EEG Laboratory


Billions of nerve cells work together in the brain to coordinate sensory input, thoughts, and emotions each and every moment. The communication of the neurons among each other is carried out via electrochemical transmission. Electroencephalography (EEG) makes it possible to measure the electrical activity of cell groups as changes of electrical potentials on the scalp.

The EEG is the earliest non-invasive methodology available to measure brain activity. It can be used during sleep, at rest or while doing tasks in the lab. The method's high temporal precision (with a resolution of under 1 ms) makes it irreplaceable in clinical settings and in experimental research on healthy study participants right until today.

Das EEG Labor | EEG Laboratory
© MPI fuer Bildungsforschung

Our Lab

The EEG Lab of the Center for Lifespan Psychology at the Max Planck Institute for Human Development offers three measurement cabins. Each is shielded accoutically and against electromagnetic radiation in order to carry out EEG measurements that are as noise-free as possible. A modular amplification system allows EEG recordings of high spatial resolution (32–128 channels per participant). Further systems for the simultaneous recording of other biosignals are also available. For example, the heart can be monitored by an electrocardiogram (ECG), muscle activity can be measured by an electromyogram (EMG), and breathing, skin conductance, and pulse can also be assessed. Using a 3D electrode localization system, it also possible to locate the position of the electrodes in three-dimensional space. In combination with structural magnetic resonance imaging (MRI) this allows an exact reconstruction of the electrical activity in the source space.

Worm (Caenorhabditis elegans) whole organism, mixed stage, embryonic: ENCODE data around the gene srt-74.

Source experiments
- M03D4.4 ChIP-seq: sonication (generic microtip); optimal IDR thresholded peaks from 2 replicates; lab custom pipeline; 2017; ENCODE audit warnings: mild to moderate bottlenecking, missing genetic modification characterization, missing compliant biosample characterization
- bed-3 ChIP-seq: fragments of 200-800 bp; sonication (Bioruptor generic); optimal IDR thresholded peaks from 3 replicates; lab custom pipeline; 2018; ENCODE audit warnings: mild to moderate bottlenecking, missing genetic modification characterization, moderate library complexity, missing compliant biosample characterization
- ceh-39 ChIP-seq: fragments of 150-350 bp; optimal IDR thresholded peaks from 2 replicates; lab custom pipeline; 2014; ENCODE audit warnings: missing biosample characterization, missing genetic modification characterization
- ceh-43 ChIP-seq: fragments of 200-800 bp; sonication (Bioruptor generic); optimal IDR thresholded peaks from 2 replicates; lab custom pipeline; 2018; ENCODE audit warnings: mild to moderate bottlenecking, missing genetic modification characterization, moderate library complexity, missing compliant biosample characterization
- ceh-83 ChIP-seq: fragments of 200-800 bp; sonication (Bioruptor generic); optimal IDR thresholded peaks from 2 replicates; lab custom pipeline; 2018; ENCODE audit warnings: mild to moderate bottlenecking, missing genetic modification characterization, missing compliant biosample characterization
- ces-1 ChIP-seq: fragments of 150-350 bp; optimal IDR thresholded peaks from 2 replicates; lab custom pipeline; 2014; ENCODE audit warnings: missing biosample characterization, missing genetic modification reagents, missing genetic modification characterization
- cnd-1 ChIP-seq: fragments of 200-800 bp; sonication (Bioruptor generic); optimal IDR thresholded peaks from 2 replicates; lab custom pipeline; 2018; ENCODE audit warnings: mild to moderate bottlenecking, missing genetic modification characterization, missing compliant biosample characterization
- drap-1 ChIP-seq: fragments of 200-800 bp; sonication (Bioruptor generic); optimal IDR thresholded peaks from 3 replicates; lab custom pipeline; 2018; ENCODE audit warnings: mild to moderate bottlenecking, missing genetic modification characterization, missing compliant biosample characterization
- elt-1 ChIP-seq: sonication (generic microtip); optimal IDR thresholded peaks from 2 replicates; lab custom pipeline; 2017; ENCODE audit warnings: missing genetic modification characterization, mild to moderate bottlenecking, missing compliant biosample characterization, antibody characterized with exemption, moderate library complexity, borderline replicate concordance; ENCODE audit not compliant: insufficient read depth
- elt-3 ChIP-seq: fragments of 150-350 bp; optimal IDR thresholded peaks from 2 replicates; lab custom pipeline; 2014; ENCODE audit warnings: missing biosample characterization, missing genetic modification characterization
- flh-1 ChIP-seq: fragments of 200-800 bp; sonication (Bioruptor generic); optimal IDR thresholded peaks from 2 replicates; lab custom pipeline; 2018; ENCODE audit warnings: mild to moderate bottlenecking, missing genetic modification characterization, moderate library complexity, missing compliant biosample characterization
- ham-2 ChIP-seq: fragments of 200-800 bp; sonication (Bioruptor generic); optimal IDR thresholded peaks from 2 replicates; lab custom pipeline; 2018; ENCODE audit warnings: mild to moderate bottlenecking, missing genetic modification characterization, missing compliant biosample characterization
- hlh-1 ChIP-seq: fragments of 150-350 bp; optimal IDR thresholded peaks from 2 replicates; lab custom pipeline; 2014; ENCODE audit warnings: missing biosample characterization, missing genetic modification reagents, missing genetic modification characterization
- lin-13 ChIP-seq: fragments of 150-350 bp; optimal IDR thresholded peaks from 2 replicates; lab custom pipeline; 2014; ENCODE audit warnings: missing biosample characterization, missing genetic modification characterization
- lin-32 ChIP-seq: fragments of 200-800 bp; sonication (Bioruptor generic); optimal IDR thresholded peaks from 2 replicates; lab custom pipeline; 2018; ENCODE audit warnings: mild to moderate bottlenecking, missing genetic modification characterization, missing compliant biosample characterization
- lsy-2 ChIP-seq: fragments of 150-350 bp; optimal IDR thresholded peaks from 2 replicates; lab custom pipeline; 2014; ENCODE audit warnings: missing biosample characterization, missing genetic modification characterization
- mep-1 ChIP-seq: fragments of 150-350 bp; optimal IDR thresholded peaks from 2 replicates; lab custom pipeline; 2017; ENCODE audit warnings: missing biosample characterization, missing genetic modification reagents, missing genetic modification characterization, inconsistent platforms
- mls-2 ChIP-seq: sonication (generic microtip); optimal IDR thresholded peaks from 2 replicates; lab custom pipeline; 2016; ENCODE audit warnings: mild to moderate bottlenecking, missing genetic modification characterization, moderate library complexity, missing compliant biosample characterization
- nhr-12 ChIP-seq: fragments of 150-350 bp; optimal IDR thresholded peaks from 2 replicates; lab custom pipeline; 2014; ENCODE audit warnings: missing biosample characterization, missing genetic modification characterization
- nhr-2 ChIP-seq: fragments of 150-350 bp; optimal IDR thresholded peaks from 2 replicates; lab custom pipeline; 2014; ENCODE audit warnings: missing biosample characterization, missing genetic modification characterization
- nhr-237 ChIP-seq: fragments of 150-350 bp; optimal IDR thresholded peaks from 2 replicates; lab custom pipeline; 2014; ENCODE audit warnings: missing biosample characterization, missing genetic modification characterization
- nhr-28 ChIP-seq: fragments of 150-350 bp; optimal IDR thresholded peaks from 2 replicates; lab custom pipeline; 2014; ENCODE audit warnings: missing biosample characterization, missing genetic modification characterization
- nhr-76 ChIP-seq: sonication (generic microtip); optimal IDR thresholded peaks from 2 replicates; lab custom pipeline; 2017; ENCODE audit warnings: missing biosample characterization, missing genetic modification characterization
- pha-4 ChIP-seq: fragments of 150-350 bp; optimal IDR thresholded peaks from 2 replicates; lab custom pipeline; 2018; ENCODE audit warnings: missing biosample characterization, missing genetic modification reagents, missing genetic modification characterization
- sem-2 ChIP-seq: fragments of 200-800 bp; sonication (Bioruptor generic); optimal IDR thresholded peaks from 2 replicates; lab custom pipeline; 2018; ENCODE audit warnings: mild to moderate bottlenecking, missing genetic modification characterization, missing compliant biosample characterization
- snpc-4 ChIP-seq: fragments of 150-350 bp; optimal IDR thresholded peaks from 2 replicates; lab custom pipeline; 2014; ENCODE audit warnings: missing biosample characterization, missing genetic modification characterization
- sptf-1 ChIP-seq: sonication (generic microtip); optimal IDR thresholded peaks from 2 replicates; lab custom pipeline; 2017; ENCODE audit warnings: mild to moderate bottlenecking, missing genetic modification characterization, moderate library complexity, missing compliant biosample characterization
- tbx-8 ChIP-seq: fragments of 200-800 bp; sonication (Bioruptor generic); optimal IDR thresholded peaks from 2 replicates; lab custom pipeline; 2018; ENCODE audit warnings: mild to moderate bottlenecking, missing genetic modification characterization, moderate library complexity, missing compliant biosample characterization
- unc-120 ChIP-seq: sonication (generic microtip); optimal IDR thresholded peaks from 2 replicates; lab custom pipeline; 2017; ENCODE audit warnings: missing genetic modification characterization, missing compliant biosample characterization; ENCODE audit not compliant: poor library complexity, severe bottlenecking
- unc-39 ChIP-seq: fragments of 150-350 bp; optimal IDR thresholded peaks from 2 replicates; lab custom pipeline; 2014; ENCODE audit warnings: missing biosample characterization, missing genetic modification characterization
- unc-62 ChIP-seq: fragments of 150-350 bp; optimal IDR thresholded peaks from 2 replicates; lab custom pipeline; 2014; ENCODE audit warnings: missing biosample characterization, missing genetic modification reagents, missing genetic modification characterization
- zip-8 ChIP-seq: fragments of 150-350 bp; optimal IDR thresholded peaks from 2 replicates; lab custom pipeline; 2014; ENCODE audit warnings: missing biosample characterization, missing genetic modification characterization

Preparation and Measurement

An EEG measurement from the scalp is completely safe and non-invasive. However, some preparation is necessary. In our EEG lab, measurements are carried out with (passive and active) electrodes that are integrated in elastic caps. In order to achieve good contact between the scalp and the electrodes, we use an electrode gel that is spread into the intervening space. The gels we use are hypoallergenic and well-tolerated as a rule. After you have put on the cap, the electrodes will be hooked up to the measurement system by cables. You will then be seated in one of the EEG cabins, and the experiment can begin. Images are shown on a computer screen, for instance, and you will be asked to react by pressing a button. The experimental content, sequence, and duration will vary according to the topic of the study.

After the Measurement

Haarwaschgelegenheit | Washing unit

When the EEG measurement is completed, you can use the wash basins to wash the remaining electrode gel out of your hair. Throughout the entire preparation and measurement phase, you will be looked after by personnel trained specifically for EEG measurement procedures.

Head of Lab


Im EEG-Labor
© D. A.

Preparation of an EEG cap